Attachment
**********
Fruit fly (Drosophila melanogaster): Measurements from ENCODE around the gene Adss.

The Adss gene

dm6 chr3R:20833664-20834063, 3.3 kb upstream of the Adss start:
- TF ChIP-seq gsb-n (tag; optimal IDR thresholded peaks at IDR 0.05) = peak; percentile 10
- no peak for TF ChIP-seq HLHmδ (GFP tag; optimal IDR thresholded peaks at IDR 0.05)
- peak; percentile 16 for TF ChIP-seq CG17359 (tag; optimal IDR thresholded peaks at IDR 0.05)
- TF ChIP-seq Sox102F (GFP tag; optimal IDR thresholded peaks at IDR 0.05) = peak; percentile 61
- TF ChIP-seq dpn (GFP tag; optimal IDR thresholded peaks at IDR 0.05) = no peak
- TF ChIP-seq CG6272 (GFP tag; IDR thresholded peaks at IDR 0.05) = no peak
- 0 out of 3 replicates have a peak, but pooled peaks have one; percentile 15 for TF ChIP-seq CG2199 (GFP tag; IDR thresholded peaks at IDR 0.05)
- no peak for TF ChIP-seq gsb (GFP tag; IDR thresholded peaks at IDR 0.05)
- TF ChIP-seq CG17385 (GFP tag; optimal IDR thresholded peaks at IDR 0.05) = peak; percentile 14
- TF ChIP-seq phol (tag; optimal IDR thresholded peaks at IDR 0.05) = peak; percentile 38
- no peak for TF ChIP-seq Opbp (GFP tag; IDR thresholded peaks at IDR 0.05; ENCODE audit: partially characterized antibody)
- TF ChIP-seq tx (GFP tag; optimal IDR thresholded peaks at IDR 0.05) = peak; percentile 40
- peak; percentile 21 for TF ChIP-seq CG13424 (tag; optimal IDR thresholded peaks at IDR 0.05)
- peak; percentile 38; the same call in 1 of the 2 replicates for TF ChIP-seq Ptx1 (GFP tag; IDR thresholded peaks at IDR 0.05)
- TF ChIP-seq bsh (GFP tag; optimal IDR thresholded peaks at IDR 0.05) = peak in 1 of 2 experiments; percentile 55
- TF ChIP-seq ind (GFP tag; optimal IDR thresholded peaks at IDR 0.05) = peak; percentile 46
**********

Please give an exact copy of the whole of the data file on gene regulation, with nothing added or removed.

Fruit fly (Drosophila melanogaster): Measurements from ENCODE around the gene Adss.

The Adss gene

dm6 chr3R:20833664-20834063, 3.3 kb upstream of the Adss start:
- TF ChIP-seq gsb-n (tag; optimal IDR thresholded peaks at IDR 0.05) = peak; percentile 10
- no peak for TF ChIP-seq HLHmδ (GFP tag; optimal IDR thresholded peaks at IDR 0.05)
- peak; percentile 16 for TF ChIP-seq CG17359 (tag; optimal IDR thresholded peaks at IDR 0.05)
- TF ChIP-seq Sox102F (GFP tag; optimal IDR thresholded peaks at IDR 0.05) = peak; percentile 61
- TF ChIP-seq dpn (GFP tag; optimal IDR thresholded peaks at IDR 0.05) = no peak
- TF ChIP-seq CG6272 (GFP tag; IDR thresholded peaks at IDR 0.05) = no peak
- 0 out of 3 replicates have a peak, but pooled peaks have one; percentile 15 for TF ChIP-seq CG2199 (GFP tag; IDR thresholded peaks at IDR 0.05)
- no peak for TF ChIP-seq gsb (GFP tag; IDR thresholded peaks at IDR 0.05)
- TF ChIP-seq CG17385 (GFP tag; optimal IDR thresholded peaks at IDR 0.05) = peak; percentile 14
- TF ChIP-seq phol (tag; optimal IDR thresholded peaks at IDR 0.05) = peak; percentile 38
- no peak for TF ChIP-seq Opbp (GFP tag; IDR thresholded peaks at IDR 0.05; ENCODE audit: partially characterized antibody)
- TF ChIP-seq tx (GFP tag; optimal IDR thresholded peaks at IDR 0.05) = peak; percentile 40
- peak; percentile 21 for TF ChIP-seq CG13424 (tag; optimal IDR thresholded peaks at IDR 0.05)
- peak; percentile 38; the same call in 1 of the 2 replicates for TF ChIP-seq Ptx1 (GFP tag; IDR thresholded peaks at IDR 0.05)
- TF ChIP-seq bsh (GFP tag; optimal IDR thresholded peaks at IDR 0.05) = peak in 1 of 2 experiments; percentile 55
- TF ChIP-seq ind (GFP tag; optimal IDR thresholded peaks at IDR 0.05) = peak; percentile 46